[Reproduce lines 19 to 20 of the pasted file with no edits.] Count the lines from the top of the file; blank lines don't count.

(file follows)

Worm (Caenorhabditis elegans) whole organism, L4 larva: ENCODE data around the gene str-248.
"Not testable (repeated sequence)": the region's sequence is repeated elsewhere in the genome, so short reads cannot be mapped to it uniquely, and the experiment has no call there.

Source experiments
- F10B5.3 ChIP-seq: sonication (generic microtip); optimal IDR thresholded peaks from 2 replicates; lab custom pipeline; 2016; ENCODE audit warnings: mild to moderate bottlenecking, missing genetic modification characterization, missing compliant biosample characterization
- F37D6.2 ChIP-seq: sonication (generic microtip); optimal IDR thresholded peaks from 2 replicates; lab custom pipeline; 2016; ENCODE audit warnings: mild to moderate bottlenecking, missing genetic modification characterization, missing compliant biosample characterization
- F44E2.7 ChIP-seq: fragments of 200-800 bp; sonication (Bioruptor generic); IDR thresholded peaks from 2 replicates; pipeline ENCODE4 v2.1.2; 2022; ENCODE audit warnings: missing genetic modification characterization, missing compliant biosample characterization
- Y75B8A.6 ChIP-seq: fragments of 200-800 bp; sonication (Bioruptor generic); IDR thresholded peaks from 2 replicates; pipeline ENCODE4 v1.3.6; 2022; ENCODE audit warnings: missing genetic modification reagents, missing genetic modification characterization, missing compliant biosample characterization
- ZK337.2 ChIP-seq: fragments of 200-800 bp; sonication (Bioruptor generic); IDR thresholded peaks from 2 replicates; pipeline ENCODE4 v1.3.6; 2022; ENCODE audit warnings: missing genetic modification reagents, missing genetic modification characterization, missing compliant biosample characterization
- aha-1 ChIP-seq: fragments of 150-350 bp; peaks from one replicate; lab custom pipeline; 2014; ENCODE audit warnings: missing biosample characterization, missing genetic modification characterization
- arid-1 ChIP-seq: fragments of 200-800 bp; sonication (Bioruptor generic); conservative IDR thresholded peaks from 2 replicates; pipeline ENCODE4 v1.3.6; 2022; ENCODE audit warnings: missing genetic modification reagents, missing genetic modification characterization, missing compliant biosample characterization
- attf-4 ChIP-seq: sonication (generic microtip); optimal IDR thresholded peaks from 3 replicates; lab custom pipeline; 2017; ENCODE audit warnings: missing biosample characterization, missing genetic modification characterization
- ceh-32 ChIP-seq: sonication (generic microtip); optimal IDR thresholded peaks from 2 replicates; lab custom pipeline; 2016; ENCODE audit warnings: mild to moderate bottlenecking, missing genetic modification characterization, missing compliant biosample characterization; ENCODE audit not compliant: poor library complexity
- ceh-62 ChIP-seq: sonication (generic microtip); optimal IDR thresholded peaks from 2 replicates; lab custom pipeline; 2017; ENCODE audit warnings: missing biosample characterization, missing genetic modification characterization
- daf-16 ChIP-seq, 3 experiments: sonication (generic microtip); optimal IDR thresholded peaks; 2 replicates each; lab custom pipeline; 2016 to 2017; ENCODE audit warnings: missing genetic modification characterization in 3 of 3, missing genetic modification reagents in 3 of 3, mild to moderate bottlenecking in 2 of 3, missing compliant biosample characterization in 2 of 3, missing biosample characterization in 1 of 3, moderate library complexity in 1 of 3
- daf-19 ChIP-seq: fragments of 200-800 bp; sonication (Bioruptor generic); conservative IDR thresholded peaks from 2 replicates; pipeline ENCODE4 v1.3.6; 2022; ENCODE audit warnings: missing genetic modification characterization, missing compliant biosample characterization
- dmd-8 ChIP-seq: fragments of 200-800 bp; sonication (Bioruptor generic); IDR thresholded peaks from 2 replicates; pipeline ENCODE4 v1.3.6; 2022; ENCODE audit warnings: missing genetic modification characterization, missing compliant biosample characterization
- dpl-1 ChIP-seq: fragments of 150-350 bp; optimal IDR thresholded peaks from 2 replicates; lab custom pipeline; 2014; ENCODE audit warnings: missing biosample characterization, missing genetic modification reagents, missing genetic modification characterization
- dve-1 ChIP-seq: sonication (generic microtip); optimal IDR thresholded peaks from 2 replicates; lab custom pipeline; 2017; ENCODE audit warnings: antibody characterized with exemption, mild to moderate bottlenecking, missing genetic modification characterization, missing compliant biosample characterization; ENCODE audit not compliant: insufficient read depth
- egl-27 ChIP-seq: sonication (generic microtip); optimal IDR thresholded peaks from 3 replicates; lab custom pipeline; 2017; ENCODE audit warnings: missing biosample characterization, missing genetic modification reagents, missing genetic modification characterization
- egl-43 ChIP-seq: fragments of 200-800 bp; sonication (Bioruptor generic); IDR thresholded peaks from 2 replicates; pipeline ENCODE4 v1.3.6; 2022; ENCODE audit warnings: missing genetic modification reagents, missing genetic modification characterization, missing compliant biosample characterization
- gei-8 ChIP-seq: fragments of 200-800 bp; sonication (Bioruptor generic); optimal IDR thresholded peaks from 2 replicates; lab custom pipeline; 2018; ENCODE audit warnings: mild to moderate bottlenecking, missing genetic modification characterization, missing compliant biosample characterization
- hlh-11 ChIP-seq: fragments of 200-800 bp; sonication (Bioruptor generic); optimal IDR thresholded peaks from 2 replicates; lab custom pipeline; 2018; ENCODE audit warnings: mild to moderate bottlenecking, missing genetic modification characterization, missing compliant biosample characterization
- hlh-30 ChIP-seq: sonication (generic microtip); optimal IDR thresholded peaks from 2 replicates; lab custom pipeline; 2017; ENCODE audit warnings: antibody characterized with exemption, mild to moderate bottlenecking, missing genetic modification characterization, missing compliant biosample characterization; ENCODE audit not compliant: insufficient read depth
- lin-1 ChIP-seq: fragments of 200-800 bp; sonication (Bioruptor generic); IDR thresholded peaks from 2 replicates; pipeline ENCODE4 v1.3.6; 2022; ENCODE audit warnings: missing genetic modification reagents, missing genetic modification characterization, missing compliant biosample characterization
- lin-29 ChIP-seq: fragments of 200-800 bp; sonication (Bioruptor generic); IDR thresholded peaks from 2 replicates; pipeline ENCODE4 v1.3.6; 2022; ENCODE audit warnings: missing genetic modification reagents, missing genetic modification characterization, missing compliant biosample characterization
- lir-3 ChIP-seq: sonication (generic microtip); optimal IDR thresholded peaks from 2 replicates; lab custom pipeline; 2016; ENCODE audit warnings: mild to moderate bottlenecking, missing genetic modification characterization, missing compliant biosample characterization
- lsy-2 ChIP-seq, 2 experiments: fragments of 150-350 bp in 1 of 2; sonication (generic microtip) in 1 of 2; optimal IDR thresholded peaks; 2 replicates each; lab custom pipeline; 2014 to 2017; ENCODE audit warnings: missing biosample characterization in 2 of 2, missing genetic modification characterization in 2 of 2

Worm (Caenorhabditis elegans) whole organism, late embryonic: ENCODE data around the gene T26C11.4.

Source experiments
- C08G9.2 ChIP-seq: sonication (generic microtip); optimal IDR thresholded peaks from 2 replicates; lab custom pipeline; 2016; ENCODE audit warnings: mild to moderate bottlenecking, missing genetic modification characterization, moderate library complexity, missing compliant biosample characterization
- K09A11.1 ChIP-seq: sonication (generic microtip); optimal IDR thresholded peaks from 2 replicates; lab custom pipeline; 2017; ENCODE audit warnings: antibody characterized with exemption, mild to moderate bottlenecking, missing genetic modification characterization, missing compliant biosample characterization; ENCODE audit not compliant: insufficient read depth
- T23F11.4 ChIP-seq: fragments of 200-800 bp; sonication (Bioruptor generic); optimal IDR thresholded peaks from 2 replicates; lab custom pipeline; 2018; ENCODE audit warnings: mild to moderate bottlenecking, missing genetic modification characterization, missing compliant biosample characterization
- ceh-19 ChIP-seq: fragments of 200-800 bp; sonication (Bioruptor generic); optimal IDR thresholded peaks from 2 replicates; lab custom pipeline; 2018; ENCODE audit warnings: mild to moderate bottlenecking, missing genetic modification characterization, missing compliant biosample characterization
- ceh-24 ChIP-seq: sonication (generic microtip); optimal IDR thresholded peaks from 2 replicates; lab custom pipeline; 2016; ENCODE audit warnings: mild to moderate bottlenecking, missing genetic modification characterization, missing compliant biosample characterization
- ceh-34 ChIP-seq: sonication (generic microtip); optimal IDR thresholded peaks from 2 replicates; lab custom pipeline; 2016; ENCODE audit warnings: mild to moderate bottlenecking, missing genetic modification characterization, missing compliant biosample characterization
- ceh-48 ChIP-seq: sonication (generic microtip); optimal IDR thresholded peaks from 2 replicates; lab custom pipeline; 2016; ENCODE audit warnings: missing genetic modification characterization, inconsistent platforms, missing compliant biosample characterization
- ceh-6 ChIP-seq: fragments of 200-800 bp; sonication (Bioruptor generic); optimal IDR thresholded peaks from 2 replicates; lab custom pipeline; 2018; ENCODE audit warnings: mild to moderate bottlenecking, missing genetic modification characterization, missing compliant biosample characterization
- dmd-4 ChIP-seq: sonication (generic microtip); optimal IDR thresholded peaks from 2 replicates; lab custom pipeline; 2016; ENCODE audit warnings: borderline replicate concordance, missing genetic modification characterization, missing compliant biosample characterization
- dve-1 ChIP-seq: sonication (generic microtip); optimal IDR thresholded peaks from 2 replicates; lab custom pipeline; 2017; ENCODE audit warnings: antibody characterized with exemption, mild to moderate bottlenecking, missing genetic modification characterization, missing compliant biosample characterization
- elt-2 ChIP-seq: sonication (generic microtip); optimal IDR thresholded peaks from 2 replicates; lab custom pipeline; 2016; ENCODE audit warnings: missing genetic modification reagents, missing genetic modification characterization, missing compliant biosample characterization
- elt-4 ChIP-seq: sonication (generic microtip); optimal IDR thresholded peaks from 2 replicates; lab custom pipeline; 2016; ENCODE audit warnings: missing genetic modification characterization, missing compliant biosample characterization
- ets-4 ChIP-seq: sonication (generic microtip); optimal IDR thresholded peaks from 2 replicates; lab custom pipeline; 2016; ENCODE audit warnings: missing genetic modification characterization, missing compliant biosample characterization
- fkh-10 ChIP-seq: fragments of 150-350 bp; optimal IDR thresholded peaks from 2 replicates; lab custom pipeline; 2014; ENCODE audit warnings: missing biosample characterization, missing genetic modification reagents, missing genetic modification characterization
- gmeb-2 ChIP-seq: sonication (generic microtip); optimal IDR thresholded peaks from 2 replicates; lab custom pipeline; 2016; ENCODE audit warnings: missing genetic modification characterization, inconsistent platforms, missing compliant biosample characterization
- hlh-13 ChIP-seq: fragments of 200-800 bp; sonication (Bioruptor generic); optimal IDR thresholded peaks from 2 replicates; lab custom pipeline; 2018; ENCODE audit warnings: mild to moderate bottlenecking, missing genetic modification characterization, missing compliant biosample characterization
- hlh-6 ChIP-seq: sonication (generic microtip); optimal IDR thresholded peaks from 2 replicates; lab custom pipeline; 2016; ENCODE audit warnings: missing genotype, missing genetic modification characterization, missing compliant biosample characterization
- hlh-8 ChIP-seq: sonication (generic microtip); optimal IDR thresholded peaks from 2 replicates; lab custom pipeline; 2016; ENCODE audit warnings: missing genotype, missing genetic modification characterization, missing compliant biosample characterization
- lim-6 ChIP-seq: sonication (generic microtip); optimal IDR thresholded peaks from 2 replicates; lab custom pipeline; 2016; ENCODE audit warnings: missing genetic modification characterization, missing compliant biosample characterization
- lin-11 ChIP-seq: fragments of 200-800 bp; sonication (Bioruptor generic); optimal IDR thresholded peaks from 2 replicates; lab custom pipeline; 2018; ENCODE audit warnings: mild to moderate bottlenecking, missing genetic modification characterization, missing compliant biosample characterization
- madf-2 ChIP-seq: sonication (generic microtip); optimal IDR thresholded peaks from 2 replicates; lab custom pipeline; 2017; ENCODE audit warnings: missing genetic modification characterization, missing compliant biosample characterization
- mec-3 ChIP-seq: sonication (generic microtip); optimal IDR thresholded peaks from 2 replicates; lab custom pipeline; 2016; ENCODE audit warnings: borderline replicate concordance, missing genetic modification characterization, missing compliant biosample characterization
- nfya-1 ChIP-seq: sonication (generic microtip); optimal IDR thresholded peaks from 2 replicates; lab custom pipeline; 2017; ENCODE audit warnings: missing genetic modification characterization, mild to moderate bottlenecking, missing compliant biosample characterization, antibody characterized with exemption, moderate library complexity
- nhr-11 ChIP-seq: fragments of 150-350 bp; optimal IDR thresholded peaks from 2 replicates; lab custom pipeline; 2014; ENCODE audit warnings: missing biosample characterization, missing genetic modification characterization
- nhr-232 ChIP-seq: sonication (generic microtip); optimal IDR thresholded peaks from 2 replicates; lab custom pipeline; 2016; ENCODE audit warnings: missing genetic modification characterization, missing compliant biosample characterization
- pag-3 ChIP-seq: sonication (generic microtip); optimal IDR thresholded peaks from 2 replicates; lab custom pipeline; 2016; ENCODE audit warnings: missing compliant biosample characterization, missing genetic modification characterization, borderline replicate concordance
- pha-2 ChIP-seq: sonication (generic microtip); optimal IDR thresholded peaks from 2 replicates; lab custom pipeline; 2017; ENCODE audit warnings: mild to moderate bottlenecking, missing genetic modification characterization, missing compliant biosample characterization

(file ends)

- egl-27 ChIP-seq: sonication (generic microtip); optimal IDR thresholded peaks from 3 replicates; lab custom pipeline; 2017; ENCODE audit warnings: missing biosample characterization, missing genetic modification reagents, missing genetic modification characterization
- egl-43 ChIP-seq: fragments of 200-800 bp; sonication (Bioruptor generic); IDR thresholded peaks from 2 replicates; pipeline ENCODE4 v1.3.6; 2022; ENCODE audit warnings: missing genetic modification reagents, missing genetic modification characterization, missing compliant biosample characterization